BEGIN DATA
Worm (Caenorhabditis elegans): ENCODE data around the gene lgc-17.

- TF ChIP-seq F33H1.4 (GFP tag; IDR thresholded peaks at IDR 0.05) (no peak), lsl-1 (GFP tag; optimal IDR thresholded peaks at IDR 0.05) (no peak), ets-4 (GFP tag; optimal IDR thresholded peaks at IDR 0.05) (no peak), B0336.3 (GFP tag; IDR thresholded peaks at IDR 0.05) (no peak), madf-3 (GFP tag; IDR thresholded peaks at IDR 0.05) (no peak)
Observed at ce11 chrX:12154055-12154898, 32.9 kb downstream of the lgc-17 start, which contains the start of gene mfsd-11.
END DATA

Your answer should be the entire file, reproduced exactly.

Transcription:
Worm (Caenorhabditis elegans): ENCODE data around the gene lgc-17.

- TF ChIP-seq F33H1.4 (GFP tag; IDR thresholded peaks at IDR 0.05) (no peak), lsl-1 (GFP tag; optimal IDR thresholded peaks at IDR 0.05) (no peak), ets-4 (GFP tag; optimal IDR thresholded peaks at IDR 0.05) (no peak), B0336.3 (GFP tag; IDR thresholded peaks at IDR 0.05) (no peak), madf-3 (GFP tag; IDR thresholded peaks at IDR 0.05) (no peak)
Observed at ce11 chrX:12154055-12154898, 32.9 kb downstream of the lgc-17 start, which contains the start of gene mfsd-11.